yields we are currently enjoying, the costs are somewhat reduced.

So what's page coloring?  Suppose we have a 10 page address space and
we touch each page.  As we touch them, the OS takes a page fault, grabs
a physical page, and makes it part of our address space.  The actual
physical addresses of those pages determine where the cache lines
will land in the cache.  If the pages are allocated at random, worst
case is that all 10 pages will map to the same location in the cache,
reducing the cache effectiveness by 10x assuming a direct mapped cache,
where there is only one place to go.   Page coloring is the careful
allocation of pages such that each virtual page maps to a physical page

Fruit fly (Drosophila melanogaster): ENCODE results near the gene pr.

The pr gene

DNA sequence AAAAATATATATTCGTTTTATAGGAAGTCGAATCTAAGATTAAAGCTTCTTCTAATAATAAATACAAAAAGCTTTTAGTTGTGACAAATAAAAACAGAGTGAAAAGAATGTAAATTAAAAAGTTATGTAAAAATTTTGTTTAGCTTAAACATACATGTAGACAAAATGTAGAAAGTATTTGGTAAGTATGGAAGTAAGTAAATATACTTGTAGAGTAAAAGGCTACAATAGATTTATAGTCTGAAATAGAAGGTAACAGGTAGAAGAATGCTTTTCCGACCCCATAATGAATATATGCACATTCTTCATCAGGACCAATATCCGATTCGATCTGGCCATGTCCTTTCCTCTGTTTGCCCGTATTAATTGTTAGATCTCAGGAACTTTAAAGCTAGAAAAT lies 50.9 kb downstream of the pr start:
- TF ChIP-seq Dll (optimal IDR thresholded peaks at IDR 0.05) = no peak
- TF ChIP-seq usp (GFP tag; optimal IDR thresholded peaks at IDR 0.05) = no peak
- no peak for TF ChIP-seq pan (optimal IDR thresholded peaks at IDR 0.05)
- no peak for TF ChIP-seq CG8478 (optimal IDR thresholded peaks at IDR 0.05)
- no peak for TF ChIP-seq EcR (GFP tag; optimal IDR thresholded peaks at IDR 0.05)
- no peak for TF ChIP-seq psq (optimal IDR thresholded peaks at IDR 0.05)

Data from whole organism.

which will be at a different location in the cache.  Linus doesn't like
it because it adds cost to the page free/page alloc paths, they now have
to go put/get the page from the right bucket.  He also says it's pointless
because the caches are becoming enough associative that there is no need
and he's mostly right.  Life can really suck on small cache systems that
are direct mapped, as are some embedded systems, but that's life.  It's
a tradeoff.
Larry McVoy            	 lm at  

Date: 	Sun, 9 Dec 2001 23:51:26 -0800
From: Larry McVoy <>
Subject: Re: "Colo[u]rs"
Newsgroups: fa.linux.kernel

On Sun, Dec 09, 2001 at 11:21:23PM -0800, David Lang wrote:
> Larry, I thought that direct mapped caches had full mapping from any cache
> address to any physical address while the N-way mapped caches were more
> limited. modern caches are N-way instead of direct mapped becouse it's
> much more expensive (transistor count wise) for the direct mapped
> approach.